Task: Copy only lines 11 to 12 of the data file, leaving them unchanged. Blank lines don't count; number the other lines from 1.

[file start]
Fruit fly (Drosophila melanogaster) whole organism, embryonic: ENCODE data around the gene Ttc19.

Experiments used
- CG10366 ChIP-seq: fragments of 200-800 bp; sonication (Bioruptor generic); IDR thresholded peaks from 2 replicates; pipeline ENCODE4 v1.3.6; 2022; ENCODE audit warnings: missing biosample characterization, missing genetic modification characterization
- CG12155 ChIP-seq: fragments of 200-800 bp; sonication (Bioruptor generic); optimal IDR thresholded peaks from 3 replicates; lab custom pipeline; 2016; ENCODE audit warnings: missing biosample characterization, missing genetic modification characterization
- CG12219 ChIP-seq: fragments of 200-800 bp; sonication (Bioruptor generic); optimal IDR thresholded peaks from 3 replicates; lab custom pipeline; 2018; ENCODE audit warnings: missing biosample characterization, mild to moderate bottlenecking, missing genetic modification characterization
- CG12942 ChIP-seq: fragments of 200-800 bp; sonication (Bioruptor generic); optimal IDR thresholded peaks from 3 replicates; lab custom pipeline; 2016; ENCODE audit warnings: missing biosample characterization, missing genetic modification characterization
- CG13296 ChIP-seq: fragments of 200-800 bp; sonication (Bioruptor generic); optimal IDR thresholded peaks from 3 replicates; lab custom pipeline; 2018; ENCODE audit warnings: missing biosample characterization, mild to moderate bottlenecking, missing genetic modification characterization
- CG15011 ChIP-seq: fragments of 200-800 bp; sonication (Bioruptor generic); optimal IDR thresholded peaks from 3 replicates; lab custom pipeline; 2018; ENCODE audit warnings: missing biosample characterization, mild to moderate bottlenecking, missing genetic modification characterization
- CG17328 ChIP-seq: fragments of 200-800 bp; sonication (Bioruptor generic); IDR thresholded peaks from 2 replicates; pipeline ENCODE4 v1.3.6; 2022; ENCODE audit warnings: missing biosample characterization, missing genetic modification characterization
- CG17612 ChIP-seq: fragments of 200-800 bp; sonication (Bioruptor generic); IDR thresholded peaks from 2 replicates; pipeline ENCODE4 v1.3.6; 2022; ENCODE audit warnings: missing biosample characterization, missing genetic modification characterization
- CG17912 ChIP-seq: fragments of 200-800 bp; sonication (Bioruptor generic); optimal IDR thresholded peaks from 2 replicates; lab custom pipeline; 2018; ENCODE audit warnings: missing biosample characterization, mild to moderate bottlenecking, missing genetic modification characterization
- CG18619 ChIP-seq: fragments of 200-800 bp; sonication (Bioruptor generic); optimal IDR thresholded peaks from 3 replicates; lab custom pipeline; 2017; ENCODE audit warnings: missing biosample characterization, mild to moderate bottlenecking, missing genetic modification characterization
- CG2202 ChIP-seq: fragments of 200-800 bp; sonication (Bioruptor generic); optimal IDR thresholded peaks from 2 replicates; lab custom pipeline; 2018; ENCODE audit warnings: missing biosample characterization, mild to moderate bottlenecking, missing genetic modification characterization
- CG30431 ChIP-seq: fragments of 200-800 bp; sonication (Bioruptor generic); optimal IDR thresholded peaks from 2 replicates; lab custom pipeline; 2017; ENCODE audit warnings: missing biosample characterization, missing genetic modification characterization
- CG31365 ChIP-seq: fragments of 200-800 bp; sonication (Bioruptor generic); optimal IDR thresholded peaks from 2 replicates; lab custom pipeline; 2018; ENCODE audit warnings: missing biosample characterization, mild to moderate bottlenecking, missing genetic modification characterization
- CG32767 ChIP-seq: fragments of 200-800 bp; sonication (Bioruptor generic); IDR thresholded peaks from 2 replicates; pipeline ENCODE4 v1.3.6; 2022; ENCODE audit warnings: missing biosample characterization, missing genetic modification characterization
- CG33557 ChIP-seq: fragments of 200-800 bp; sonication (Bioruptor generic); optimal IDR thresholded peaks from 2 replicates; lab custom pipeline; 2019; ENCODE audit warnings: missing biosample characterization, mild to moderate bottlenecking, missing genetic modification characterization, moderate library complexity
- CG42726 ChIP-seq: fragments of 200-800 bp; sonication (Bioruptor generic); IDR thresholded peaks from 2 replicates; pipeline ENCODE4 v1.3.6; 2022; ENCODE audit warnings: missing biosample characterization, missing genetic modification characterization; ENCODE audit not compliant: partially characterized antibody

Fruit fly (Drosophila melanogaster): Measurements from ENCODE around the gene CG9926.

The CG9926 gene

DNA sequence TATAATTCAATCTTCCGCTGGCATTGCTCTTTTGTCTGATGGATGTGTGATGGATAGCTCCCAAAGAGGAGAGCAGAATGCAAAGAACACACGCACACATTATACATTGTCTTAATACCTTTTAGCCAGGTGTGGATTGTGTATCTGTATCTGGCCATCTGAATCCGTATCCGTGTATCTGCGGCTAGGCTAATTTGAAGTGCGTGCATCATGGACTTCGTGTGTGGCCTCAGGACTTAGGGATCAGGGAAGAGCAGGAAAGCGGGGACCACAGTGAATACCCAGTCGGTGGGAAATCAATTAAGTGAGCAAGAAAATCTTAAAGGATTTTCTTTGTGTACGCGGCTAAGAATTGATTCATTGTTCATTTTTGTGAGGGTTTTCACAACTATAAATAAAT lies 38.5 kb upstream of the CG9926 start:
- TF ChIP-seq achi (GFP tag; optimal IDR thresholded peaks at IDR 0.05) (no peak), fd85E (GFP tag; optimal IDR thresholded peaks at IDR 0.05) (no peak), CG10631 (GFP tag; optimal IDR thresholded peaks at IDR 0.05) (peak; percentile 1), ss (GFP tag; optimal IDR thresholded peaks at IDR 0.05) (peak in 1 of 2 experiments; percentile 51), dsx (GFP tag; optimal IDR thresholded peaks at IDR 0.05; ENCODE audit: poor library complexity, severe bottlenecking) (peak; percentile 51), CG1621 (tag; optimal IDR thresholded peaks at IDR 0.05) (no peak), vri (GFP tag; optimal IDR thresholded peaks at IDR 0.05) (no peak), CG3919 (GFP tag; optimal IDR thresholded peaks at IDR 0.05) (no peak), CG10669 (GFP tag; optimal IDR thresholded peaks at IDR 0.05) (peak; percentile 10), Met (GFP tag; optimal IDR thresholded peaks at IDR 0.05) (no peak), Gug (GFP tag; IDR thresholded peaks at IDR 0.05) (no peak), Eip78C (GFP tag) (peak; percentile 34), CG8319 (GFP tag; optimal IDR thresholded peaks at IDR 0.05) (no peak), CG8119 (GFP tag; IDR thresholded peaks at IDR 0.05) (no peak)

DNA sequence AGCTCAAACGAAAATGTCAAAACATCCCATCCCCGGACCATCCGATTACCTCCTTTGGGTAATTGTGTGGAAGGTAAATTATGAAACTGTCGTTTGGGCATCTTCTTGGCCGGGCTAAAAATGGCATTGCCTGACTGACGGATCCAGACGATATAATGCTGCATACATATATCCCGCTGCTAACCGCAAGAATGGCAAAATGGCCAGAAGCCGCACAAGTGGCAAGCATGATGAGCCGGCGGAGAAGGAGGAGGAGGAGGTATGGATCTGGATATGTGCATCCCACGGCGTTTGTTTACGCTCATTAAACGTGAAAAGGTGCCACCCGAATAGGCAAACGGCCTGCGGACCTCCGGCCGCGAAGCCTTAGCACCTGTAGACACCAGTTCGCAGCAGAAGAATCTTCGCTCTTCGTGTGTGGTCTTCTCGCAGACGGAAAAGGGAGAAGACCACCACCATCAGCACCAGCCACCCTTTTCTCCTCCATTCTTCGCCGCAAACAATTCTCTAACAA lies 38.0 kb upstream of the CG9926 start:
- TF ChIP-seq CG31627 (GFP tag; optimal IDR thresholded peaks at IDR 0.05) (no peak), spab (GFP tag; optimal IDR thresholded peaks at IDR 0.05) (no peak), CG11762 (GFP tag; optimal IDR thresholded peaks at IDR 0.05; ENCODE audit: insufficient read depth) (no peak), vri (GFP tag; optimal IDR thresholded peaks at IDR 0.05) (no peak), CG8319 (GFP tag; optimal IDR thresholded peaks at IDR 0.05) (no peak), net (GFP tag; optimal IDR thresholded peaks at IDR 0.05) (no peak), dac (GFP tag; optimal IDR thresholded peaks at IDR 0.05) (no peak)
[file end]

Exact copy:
- CG17912 ChIP-seq: fragments of 200-800 bp; sonication (Bioruptor generic); optimal IDR thresholded peaks from 2 replicates; lab custom pipeline; 2018; ENCODE audit warnings: missing biosample characterization, mild to moderate bottlenecking, missing genetic modification characterization
- CG18619 ChIP-seq: fragments of 200-800 bp; sonication (Bioruptor generic); optimal IDR thresholded peaks from 3 replicates; lab custom pipeline; 2017; ENCODE audit warnings: missing biosample characterization, mild to moderate bottlenecking, missing genetic modification characterization